Honestly I came in with a split tourist and pilgrim mentality. I wanted to travel, to see a part of the world I never thought I would see. Along with creating connections with NGO's and natives. Continue reading "Blog Question #4 – Heidi"
One of the exercises in our course packet is a questionnaire designed to determine some of the things you value when it comes to travelling abroad. It classifies these tendencies in two traveler archetypes, the Tourist and the Pilgrim. Continue reading "Tourist vs. Pilgrim"
The question regarding my stance as a Tourist or a Pilgrim is not so clear cut. In order to give a valid reasoning to my own choice the two are defined; A Tourist is one who is going to take what is available, judge what they find and hope they get their monetary value out of the trip. A Pilgrim on the other hand is one who is going to use the experience they gained on the trip to influence their lives and evaluate their culture. Continue reading "Tourist vs. Pilgrim"
Throughout this interim, we were challenged with the question of whether we were a pilgrim or a tourist. For the most part, the tourist is someone who is concerned they are getting the most bang for their buck while the pilgrim is concerned with what they will learn and how their perspectives might change. Continue reading "Pilgrim or Tourist?"
After exploring much of Cambodia, it's tough to imagine what it would be like without the Khmer Rouge. It's currently a developing country with the vast majority of the population peasants working as rice farmers. The Khmer Rouge wiped out all the educated: lawyers, doctors, teachers - three million lives wiped from the face of Cambodia. And after four years of genocide, two years of famine followed - all occurring after 10 years of occupation in then country. How can an economy bounce back after that? How can orphaned children learn skills and obtain jobs? Survivors cannot seek psychological help without doctors and therapists. How can they forgive after such chaotic brutality? Continue reading "How exposure to the Khmer Rouge impacts Cambodia today"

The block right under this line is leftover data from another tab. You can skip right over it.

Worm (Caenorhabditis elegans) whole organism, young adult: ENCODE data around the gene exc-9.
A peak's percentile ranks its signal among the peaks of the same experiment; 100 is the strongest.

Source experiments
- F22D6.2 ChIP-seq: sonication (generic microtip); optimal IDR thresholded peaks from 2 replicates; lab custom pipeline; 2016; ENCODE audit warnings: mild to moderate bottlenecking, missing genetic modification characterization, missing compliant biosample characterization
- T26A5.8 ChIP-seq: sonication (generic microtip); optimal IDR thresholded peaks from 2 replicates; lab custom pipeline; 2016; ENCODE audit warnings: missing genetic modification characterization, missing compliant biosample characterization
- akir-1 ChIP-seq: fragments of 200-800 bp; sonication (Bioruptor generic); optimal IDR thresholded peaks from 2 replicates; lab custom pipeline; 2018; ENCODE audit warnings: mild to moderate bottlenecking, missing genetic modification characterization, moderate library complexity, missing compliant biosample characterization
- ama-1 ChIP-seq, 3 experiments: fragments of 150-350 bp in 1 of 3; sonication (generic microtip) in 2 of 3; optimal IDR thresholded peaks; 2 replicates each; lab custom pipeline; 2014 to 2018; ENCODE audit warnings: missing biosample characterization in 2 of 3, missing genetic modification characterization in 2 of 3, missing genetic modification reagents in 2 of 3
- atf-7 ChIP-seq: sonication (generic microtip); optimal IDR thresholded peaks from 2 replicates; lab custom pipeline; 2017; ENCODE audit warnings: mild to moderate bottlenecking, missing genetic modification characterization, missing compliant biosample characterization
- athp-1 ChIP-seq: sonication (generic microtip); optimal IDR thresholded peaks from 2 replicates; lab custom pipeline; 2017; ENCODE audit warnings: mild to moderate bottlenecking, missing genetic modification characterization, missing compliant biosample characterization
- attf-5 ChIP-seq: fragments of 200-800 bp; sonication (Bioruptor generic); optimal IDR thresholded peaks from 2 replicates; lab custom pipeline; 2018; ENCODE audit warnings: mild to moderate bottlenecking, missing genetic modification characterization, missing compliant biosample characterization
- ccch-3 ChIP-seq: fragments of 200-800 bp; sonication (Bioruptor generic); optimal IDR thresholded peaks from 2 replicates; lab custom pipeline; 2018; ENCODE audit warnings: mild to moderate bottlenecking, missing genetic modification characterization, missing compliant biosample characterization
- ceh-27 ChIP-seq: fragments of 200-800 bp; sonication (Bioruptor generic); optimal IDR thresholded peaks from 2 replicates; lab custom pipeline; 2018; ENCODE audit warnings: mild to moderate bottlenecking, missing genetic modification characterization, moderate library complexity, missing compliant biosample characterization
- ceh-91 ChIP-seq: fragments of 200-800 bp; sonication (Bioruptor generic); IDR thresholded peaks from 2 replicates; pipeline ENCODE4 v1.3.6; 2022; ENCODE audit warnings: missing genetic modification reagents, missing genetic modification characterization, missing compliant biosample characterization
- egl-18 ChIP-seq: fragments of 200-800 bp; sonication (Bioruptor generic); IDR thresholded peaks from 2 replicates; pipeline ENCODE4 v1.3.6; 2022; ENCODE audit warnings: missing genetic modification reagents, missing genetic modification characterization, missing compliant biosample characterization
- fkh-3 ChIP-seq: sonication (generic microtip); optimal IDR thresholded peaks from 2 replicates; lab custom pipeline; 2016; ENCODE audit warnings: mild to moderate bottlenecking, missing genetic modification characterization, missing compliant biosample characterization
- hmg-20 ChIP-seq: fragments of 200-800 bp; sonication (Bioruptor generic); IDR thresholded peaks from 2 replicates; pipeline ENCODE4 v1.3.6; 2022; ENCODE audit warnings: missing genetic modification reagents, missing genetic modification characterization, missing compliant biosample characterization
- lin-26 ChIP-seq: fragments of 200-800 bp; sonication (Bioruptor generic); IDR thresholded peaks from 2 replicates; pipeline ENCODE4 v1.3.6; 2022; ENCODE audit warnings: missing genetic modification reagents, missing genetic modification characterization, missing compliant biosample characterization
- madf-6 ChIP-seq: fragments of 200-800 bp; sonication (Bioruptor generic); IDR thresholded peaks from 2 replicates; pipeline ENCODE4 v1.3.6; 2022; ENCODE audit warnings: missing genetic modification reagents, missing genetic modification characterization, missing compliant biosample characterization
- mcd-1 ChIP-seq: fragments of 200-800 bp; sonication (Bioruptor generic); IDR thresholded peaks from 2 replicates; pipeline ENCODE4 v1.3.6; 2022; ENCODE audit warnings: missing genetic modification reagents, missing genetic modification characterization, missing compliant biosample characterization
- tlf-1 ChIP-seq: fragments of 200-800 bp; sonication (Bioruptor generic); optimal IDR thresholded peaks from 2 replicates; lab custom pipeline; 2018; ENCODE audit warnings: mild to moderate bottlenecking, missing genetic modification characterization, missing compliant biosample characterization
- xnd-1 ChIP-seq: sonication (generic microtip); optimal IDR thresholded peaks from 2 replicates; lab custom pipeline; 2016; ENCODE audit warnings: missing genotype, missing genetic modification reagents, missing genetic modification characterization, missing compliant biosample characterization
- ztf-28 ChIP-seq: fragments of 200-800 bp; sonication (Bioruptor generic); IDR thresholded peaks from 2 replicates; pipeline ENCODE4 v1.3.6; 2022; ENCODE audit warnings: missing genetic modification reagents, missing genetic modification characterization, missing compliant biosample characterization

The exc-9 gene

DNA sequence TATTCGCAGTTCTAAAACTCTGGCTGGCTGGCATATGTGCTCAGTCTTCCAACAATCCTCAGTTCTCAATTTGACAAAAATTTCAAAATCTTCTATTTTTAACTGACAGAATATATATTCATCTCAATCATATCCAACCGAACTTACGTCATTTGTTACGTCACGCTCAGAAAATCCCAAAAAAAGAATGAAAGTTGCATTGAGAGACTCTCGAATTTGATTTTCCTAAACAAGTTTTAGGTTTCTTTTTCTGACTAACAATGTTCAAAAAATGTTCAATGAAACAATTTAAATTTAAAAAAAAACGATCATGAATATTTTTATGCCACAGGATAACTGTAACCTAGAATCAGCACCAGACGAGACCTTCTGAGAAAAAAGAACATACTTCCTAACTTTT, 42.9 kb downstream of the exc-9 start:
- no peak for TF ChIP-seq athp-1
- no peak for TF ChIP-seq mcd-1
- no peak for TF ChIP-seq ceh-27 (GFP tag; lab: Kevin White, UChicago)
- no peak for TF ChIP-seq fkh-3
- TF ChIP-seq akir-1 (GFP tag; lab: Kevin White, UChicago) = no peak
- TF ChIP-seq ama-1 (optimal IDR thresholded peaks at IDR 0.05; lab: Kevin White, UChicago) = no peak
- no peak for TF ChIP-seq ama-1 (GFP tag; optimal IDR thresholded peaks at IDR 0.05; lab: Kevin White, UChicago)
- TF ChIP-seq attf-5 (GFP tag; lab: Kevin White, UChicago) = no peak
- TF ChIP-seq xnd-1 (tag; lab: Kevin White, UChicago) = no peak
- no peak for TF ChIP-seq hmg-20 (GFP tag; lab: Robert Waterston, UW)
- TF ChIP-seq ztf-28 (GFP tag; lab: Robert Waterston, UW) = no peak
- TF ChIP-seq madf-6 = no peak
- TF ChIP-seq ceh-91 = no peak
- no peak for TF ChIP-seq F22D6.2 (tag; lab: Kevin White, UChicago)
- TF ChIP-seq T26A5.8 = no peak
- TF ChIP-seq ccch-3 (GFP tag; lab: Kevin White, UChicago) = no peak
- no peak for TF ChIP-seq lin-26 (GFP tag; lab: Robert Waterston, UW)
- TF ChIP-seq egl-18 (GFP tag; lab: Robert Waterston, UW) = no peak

Q: now that you have more experience in Southeast Asia reflect on how the tourist and pilgrim mentality effect your experience. These last couple weeks have been filled with some of the most intentional, engaging, and full days I have experienced in my entire life. What in total will be 23 days has felt like 2 months of intense learning and travel. Continue reading "Blog Post 4"
Before leaving the O'Hare Airport we were given a task of answering questions to determine if we are a pilgrim or a tourist (as many of you probably already know from reading prior posts). After tallying my points I discovered that I have very strong pilgrim tendencies. Continue reading "Blogpost 4: Pilgrim vs Tourist"
Throughout our trip in Cambodia, I don't think I considered much what were some root causes of the issues here. I'm positive that there are multitudes of underlying causes, but I was struck by one in particular when we visited the Choeung Ek killing fields and Toul Sleng Prison. Continue reading "Blogpost #4- Ben Johnson"
A few days ago our group visited International Development Enterprise, IDE. It is essentially a cross between a NGO and a business. It is a secular organization that is proving food security for families and a better source of income, as well as, being a fair seller. Their goal is to teach farmers better and more intuitive way to farm their land. They as a whole, they have a very effective and efficient method of farming, financing, and record keeping. They keep detailed records of every harvest and then IDE buys the crop from the farmers to sell in the market. Where as before, many farmers had no idea what their profit margin was. Continue reading "Blog Post 4"
I'm seeing a lot of things that are changing my life on this trip. Whether it's the people I meet or the places I visit, I have been impacted in many ways. The past few days especially, we have done a lot of sightseeing. This is a huge contrast from seeing the slums of Bangkok or picking up trash in the school yard. In a way, this brings on a lot of guilt. One of my friends, who is not on this trip, often shares many deep thoughts with me. The other day, she messaged me contemplating if life actually means anything at all. What if the works we do here on earth have no value? It's a tough question. As Christians, of course we believe that God calls us to do good works to further his kingdom. But with all of this brokenness around us, is it even possible to make improvements? After we go home, what happens then? We will all return to our nice homes, private school education, and portions of meals that are so big we don't know what to do with them. The people we've met in this beautiful country will stay here in their non-air conditioned, one room homes. Have we helped them? Whether acting as a tourist or a pilgrim, I am I am here in Cambodia representing myself, my college, and my faith. That continues after I get home as well. I pray that God will use this trip to open my eyes to the work he wants me to do. I pray that my heart will break so I can see what I'm supposed to. I want this yearning for justice to continue when I get back to Grand Rapids. I hope the compassion I've felt here flows into my everyday life and the people I encounter regularly.